Two stunning pages taken from an 800-year-old copy of the Qur’an will go on show for the first time this week in a new display looking at the Islamic faith.
Exhibited in Leeds City Museum’s Voices of Asia gallery, the pages will be the highlight of Faith in Focus - Islam, which opens tomorrow, a week after the festival of Eid al Fitr at the end of Ramadan.
Taken from a 13th century copy of the text, both pages were bought in 1951 from art collector Frank Savery, with their age and origin confirmed at London’s Victoria and Albert Museum last year.
Specialist remounting by conservator Richard Hawkes has allowed both sides of the pages, which mainly show Surah’s 29 and 30, to be viewed by experts for the first time.
Members of the public will be able to view the framed pages alongside a specially-prepared presentation showing the alternate side of each one.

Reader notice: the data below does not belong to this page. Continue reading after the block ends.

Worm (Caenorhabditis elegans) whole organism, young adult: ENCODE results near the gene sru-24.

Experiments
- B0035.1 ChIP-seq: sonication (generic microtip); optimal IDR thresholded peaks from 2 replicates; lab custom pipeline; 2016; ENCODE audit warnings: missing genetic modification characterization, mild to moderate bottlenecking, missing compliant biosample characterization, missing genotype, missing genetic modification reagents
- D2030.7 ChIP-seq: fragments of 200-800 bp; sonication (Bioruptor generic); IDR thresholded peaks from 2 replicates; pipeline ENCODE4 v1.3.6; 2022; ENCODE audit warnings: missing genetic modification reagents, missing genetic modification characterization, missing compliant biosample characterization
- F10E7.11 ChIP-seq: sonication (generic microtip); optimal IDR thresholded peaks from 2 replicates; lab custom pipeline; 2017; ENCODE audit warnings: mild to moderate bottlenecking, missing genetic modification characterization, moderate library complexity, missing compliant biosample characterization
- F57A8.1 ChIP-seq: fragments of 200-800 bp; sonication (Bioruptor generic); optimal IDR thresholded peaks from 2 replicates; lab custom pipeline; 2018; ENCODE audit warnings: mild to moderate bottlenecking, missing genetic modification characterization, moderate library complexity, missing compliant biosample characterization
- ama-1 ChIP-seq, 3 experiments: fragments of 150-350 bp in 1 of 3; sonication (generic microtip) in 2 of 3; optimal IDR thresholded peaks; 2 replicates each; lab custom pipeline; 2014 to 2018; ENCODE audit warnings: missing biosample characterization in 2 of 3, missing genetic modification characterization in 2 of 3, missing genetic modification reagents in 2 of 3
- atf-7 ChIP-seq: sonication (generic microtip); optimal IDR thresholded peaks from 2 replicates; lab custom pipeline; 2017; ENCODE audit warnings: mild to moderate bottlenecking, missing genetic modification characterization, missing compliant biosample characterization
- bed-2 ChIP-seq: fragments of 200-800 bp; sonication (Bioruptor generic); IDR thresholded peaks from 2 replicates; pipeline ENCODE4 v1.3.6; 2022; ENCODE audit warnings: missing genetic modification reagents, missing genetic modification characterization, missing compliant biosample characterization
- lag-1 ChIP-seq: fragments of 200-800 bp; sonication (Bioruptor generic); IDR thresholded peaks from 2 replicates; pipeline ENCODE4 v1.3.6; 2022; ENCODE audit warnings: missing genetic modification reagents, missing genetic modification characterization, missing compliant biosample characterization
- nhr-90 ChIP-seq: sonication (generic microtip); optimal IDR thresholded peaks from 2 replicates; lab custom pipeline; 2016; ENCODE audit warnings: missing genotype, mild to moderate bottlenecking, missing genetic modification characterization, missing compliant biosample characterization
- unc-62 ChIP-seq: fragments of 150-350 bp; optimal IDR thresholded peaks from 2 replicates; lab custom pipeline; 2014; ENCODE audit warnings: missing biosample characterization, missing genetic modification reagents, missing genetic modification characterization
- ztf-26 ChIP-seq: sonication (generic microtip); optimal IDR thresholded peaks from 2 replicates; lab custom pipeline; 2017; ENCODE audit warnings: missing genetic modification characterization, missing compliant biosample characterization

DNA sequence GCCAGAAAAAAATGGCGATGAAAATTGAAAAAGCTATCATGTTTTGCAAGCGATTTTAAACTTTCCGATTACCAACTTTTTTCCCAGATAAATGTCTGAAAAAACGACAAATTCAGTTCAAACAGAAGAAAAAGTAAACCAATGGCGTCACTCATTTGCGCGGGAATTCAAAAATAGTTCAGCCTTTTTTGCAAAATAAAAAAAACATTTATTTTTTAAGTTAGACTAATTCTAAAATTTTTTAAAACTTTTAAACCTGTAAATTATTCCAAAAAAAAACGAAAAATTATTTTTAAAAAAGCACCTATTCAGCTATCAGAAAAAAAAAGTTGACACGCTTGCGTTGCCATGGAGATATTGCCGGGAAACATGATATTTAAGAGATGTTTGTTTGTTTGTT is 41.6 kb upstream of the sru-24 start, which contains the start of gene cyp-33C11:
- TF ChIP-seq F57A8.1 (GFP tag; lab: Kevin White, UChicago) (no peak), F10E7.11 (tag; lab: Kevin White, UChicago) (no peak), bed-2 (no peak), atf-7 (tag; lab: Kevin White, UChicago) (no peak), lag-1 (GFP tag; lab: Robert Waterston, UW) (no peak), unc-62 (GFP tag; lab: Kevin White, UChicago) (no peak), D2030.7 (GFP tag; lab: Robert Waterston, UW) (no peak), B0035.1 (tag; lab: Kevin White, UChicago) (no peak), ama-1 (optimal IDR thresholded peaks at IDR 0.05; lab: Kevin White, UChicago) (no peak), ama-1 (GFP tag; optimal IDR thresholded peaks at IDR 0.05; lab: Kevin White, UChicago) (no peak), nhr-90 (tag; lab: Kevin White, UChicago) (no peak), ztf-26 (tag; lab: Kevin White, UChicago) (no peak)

Richard said: “This is the earliest example of paper that I have worked on, all earlier pieces I have come across have been parchment or papyrus.
“It was an honour to remount such beautiful burnished paper with its ink calligraphy where the black is due to iron as well as carbon, the gold is gold leaf and the blue is ultramarine.”
Leeds Museums and Galleries Curator of World Cultures, Antonia Lovelace, said: “It’s marvellous to see the other side of these Qur’an pages for the first time, and to know that we can display the pages more safely and appropriately in the new display.”
The display, in one case of the Voices of Asia gallery at Leeds City Museum, will run for a year.
Other key items will include a fragment of the Kiswa cloth that covers the Kaaba in Mecca from 1917 and white Ihram cloths worn by a donor recently on the Hajj pilgrimage.
Earlier this week, an Islamic manuscript, which is held by the University of Birmingham, was identified as one of the world’s oldest fragments of the Qur’an.
Radiocarbon analysis has dated the now “globally significant” parchment bearing the text to a period between AD 568 and 645 with 95.4 per cent accuracy.